high voltage generation by looking
at the shortest exposure time.
phase half wave rectified
fasted exposure time is 1/60
second 17 ms.
Single phase full wave rectified
fastest exposure time is 1/120
second or 8 ms
Three phase and high frequency
can provide exposure time down to
(4) MAS. :
af fect the total number of x-ray
produced by the tube during exposure,
is the product of two quantities;
the tube current;
the exposure time;
and exposure time is usually
combined and used as one factor
expressed as mAs.
mAs controls radiation quantity,
optical density and patient dose.
mAs determine the number of xrays in the beam and therefore
mAs does not influence radiation
combination of mA and time
that will give the same mAs should
provide the same optical density
on the film. This is referred to as
the reciprocity law.
As noted earlier for screen film
radiography, 1 ms exposure and
exposure longer than 1 seconds do
not follow this rule.
many modern machines, only
mAs can be selected. The machine
automatically gives the operator
the highest mA and shortest
The operator may be able to select
mA by what is referred to as Power
is one way to measure
electrostatic charge. It determines
the total number of electrons.
Only the quantity of the photons
are af fected by changes in the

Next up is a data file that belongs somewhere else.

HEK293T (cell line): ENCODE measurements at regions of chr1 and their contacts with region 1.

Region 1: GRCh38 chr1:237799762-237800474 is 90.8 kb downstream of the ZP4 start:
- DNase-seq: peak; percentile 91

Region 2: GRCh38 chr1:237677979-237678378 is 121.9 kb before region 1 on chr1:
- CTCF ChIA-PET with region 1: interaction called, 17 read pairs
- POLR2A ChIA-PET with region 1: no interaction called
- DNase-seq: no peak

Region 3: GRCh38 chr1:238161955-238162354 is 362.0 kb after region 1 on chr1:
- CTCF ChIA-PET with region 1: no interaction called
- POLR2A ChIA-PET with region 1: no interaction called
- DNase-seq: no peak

Patient dose is therefore a
function of mAs.
Ampere is 1 coulomb (C) of electrostatic
charge flowing each second.
1A = 1C/s = 6.3 X 10 18 electron/s
20 mAs = 0.2 Amperes.
This charge releases this No. of
6.3 X 10 18 X 0.2 = 1.26 X 10 18 electron/s
(5) Focal spot:
x-ray tubes of fer two focal
a. Fine focus:
b. Broad focus:
a/ Fine focus: (0.3 – 0.6 mm 2 )
It records fine details.
It can not withstand too much heat.
Its usage may require long exposure
Used whenever geometric factors
are more (long subject-film
distance, short FFD ... etc).
a/ Broad focus: (0.6 – 1.2 mm 2 )
It can withstand too much heat.
Always used in combination with
short (s) and fast film/screen
Used whenever voluntary or
involuntary motion is highly
Used when radiosensitive organ is
within exposed area or 10 cm from
FOCAL SPOT SIZE
The focal spot size limits the